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POPin Blog

Managing Change Means Changing Management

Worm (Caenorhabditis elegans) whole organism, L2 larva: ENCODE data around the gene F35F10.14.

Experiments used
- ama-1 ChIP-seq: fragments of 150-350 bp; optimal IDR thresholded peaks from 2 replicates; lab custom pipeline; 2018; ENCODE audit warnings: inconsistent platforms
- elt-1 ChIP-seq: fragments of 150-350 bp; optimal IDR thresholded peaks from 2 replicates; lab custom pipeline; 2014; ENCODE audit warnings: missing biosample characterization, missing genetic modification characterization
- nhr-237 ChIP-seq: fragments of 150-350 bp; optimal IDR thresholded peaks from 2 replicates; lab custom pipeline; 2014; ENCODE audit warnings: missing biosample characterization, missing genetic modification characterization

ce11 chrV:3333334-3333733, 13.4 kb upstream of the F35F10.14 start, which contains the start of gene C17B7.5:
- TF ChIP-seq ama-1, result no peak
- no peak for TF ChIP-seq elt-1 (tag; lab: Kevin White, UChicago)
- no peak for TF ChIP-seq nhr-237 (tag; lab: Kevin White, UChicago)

Few leadership duties are more perplexing and difficult to master than change management. Organizations must continually make changes to evolve and stay competitive. In many cases, the change process involves management changing itself from within in order to make external improvements. Sometimes a change initiative requires a complete overhaul of a company’s business strategy, which can shake the company to its core. In other cases, it involves the creation or dissolution of a business unit, or the challenging integration after a big merger. Or change management can simply mean reorganizing the company’s org chart to flatten out the hierarchy and reduce the layers of middle management. The possibilities are endless, yet change management initiatives should only be undertaken to enhance organizational performance, not for the sake of change itself. And whatever the cause, change management must become the responsibility of leaders and managers because that is their job, according to Carter McNamara, Principal of Authenticity Consulting, LLC, writing in ManagementHelp.org. McNamara is a nationally recognized expert in organizational development and change. Successful change efforts require a team of participants including the solution’s initiator, an enthusiastic champion, the organizer or change agent, an official project sponsor, and other leaders. If an initiative involves companywide changes, the board of directors should also be involved in the process, even if just in an advisory role. Given the number of people involved in change management processes, collaboration is a critical element for success. In the project’s startup stage, change agents need to clarify the expectations and roles for everyone. This is also the time to assess the team’s readiness, and secure buy-in from the employee base. “Experts assert that this phase is one of the most – if not the most – important phase in the organizational change process,” writes McNamara. “The quality of how this phase is carried out usually is a strong indicator of how the project will go.” In this initial phase, McNamara advises change agents to focus on soft skills such as interviewing, listening, nonverbal communications, questioning and building trust. The research stage involves interviews of people from across the organization to understand their views about the problem, and how the solution would affect their daily routines. The goal is to research the nature of the problem, identify the key findings, and make recommendations for workable solutions. This discovery phase is critical and should not be downplayed by leaders. Otherwise projects may veer off in the wrong direction to seek a cure for the symptoms, rather than for the root causes of the problem. Another common pitfall is laying out an unrealistic vision that sounds inspiring when it is described, but quickly becomes unworkable when it gets rolled out. The next phase involves collaboration on an action plan, including a systematic approach to develop the project activities, benchmarks and deadlines. Once the project gets underway, this phase should be followed up with evaluations of how the initiative is being perceived and accepted by members of the organization. Sometimes lengthy projects get stuck, slowing momentum and hurting the team’s morale. Such delays can stem from new organizational and budgetary priorities, staff burnout, or key project leaders leaving the organization. In these cases, managers may attempt to cycle back to an earlier phase as a way of jumpstarting the stalled project. Finally, the project termination phase is when all the goals have been reached and no further activities are necessary. Managers should clearly set out this finish line, or they may find themselves trapped in a cycle of “project creep” in which the project never ends because the measures for success keep expanding. The termination phase should include activities to collect positive and negative findings from the initiative that will help shape future change projects. There is no surefire formula to ensure the success of every change management effort, because each project is unique. That’s why leaders need to roll up their sleeves and learn as they go in turning their visions for change into realities. “Many times, the success of a project lies not with having selected the perfect choice of activities, but rather with how honest and participative people were during the project, how much they learned and how open they were to changing their plans for change,” concludes McNamara.